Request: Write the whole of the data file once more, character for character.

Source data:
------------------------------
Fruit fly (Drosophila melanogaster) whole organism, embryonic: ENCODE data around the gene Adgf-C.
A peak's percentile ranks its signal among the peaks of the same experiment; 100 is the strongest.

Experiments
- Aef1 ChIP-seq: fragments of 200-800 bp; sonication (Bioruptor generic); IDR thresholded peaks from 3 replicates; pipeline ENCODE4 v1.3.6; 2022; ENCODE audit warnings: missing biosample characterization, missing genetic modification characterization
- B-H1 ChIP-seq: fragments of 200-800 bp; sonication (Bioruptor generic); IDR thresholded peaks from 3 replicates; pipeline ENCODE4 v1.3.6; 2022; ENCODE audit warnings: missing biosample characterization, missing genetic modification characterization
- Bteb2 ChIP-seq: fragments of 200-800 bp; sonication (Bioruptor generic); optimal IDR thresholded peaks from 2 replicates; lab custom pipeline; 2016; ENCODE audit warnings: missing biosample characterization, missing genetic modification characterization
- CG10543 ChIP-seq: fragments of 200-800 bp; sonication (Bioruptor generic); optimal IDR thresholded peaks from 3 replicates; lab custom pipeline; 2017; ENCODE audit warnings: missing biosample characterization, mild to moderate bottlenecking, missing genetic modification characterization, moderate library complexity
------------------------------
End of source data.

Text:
Fruit fly (Drosophila melanogaster) whole organism, embryonic: ENCODE data around the gene Adgf-C.
A peak's percentile ranks its signal among the peaks of the same experiment; 100 is the strongest.

Experiments
- Aef1 ChIP-seq: fragments of 200-800 bp; sonication (Bioruptor generic); IDR thresholded peaks from 3 replicates; pipeline ENCODE4 v1.3.6; 2022; ENCODE audit warnings: missing biosample characterization, missing genetic modification characterization
- B-H1 ChIP-seq: fragments of 200-800 bp; sonication (Bioruptor generic); IDR thresholded peaks from 3 replicates; pipeline ENCODE4 v1.3.6; 2022; ENCODE audit warnings: missing biosample characterization, missing genetic modification characterization
- Bteb2 ChIP-seq: fragments of 200-800 bp; sonication (Bioruptor generic); optimal IDR thresholded peaks from 2 replicates; lab custom pipeline; 2016; ENCODE audit warnings: missing biosample characterization, missing genetic modification characterization
- CG10543 ChIP-seq: fragments of 200-800 bp; sonication (Bioruptor generic); optimal IDR thresholded peaks from 3 replicates; lab custom pipeline; 2017; ENCODE audit warnings: missing biosample characterization, mild to moderate bottlenecking, missing genetic modification characterization, moderate library complexity